Tax changes in 2024 – VAT rates on food products

Tax changes in 2024 - VAT rates on food products

VAT rates on food products

The Polish Ministry of Finance has decided not to extend the temporary reduction of the VAT rate on basic foodstuffs beyond 31 March 2024. It is based on the continuing downward trend in inflation and favourable forecasts of the dynamics of food prices. From 1 February 2022, a periodic reduction in the VAT rate to 0% on certain foodstuffs that were previously subject to a 5% rate became effective. This change applies to basic foodstuffs such as fruits, vegetables, cereal products, dairy products and meat listed in items 1-18 of Annex No. 10 to the VAT Act. Initially, the zero VAT rate for this group of goods was introduced at an inflation rate of 9.2 per cent p.a. as of January 2022. This was planned to be in place until the end of 2023, but was eventually extended for a further three months. Today, the Ministry of Finance announced that there will be no further extension, hence the temporary reduction in the zero-rate VAT temporary reduction on certain food products will cease to apply from 31 March 2024.

The ministry also noted that according to preliminary data from the Central Statistics Office, inflation fell to 3.9 per cent in January. This is the lowest annual rate of increase in consumer prices since March 2021. There was also a decline in the annual rate of increase in food and non-alcoholic beverage prices to 4.9 per cent, the lowest since September 2021. The ministry also points to estimates of inflation, and its movements over the coming months, to support the decision not to extend the zero-rate VAT. In their view, both inflation (y/y) and the annual rate of increase in food prices will continue to decline in February and March.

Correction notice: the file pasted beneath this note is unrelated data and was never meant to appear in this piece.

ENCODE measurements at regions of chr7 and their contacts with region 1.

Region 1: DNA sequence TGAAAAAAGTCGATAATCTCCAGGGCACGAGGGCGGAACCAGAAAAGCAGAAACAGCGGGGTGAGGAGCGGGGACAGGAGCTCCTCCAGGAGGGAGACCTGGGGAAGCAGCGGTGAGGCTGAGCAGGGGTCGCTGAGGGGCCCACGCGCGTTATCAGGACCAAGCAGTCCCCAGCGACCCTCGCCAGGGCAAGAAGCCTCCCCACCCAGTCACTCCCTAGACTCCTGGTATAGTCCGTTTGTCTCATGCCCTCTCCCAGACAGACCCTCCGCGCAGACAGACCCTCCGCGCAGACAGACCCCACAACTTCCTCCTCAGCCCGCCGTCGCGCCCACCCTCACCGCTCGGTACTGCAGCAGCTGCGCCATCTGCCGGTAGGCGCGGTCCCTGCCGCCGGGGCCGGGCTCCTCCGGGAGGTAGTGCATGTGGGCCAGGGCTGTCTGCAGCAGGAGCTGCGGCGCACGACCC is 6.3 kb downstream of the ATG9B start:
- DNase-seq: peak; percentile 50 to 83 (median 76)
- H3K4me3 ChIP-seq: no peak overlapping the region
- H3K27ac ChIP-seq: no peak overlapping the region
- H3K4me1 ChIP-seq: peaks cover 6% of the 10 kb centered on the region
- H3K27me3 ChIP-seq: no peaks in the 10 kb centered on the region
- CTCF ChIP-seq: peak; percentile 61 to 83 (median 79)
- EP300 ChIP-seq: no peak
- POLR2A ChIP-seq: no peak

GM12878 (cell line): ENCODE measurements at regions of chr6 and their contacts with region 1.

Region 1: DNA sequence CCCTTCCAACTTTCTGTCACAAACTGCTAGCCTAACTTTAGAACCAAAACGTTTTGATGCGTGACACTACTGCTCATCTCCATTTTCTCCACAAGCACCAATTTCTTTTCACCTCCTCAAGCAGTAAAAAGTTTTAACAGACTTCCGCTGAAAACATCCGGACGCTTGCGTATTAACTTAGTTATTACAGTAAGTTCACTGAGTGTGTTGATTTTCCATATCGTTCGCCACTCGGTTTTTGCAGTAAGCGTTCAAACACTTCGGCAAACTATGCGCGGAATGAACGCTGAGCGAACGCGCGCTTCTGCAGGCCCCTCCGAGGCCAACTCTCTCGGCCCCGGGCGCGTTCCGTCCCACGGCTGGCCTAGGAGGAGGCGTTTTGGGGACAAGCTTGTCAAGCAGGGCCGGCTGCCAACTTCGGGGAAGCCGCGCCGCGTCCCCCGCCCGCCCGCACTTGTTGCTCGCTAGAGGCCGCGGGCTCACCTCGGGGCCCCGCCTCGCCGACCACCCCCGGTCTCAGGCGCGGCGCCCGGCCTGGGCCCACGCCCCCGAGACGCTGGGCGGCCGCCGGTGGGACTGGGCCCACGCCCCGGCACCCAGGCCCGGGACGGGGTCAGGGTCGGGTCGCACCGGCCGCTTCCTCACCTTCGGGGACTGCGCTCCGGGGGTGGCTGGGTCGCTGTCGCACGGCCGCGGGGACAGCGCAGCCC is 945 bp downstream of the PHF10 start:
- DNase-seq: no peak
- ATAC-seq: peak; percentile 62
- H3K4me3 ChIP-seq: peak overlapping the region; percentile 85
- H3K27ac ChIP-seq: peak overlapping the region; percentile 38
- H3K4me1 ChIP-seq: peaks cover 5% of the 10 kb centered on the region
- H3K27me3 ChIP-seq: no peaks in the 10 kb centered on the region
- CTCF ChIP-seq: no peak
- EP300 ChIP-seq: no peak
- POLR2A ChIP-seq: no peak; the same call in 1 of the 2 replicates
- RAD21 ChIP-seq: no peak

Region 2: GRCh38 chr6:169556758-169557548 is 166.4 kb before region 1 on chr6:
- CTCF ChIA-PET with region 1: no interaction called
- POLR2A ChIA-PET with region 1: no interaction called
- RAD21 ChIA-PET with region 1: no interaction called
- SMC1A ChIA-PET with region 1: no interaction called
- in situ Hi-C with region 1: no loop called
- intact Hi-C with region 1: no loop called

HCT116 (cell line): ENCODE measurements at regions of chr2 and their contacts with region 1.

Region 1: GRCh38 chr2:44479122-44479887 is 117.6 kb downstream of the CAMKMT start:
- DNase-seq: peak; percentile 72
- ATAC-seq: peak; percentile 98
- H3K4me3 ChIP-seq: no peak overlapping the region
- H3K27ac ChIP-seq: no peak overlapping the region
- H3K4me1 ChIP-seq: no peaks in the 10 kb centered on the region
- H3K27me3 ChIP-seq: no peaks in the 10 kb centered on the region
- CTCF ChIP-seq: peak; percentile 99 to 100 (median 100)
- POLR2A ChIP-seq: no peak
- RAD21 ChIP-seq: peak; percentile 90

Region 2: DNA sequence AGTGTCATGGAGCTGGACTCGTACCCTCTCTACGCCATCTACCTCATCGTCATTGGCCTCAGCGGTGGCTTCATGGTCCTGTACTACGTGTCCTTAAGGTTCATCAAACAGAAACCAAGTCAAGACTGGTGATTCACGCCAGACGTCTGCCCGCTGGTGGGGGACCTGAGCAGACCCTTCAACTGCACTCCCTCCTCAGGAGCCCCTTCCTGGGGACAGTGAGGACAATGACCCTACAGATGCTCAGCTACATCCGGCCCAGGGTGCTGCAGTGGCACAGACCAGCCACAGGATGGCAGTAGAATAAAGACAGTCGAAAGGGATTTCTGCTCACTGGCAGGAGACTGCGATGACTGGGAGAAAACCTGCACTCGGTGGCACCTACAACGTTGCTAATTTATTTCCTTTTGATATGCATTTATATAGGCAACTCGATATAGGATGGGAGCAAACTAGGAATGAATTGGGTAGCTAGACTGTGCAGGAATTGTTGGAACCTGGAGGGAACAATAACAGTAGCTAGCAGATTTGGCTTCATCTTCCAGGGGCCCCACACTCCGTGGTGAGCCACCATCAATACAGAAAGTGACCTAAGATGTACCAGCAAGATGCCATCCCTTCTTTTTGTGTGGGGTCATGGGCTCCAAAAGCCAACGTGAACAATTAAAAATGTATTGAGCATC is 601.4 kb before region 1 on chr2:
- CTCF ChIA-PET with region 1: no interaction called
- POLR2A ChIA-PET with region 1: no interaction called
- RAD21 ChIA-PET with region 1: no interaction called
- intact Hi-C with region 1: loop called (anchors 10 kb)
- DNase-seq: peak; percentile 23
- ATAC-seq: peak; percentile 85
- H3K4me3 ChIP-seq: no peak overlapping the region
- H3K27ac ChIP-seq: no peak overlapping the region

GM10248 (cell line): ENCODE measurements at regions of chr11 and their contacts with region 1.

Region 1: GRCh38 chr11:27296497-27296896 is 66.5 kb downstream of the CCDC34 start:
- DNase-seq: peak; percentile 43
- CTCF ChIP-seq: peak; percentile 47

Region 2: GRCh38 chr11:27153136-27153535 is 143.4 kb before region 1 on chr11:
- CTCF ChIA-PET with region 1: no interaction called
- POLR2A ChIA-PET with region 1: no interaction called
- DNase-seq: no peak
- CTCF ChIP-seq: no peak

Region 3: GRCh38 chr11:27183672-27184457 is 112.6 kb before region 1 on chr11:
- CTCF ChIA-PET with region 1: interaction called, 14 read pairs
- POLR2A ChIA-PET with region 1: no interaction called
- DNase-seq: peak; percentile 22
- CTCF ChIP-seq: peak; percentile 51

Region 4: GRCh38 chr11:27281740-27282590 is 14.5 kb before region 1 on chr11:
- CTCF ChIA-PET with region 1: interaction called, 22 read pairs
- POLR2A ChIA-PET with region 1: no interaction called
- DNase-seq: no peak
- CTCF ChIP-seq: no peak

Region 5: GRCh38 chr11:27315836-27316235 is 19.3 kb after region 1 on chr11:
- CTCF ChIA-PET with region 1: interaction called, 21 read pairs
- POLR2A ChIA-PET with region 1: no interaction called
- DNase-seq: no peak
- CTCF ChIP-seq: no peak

What problems may taxpayers face?

Changes in VAT rates are likely to have a negative impact on consumers, as they may lead to an increase in food prices. At the same time, these changes will create problems for taxpayers trading in such products. They need to make appropriate changes to their systems and procedures by the end of March to ensure that VAT rates are applied correctly from 1 April 2024, including changes to the presentation of prices in shops. In addition, the 5% VAT refund on these products may present a particular challenge for retailers using cash registers. Technically speaking, a cash register ensures that the sale of goods is blocked when the tax rate changes – known as ‘tax staggering’. This means that when the VAT rate reverts to 5%, the sale of individual goods can be blocked if it includes goods with the same name for which the rate has been changed.

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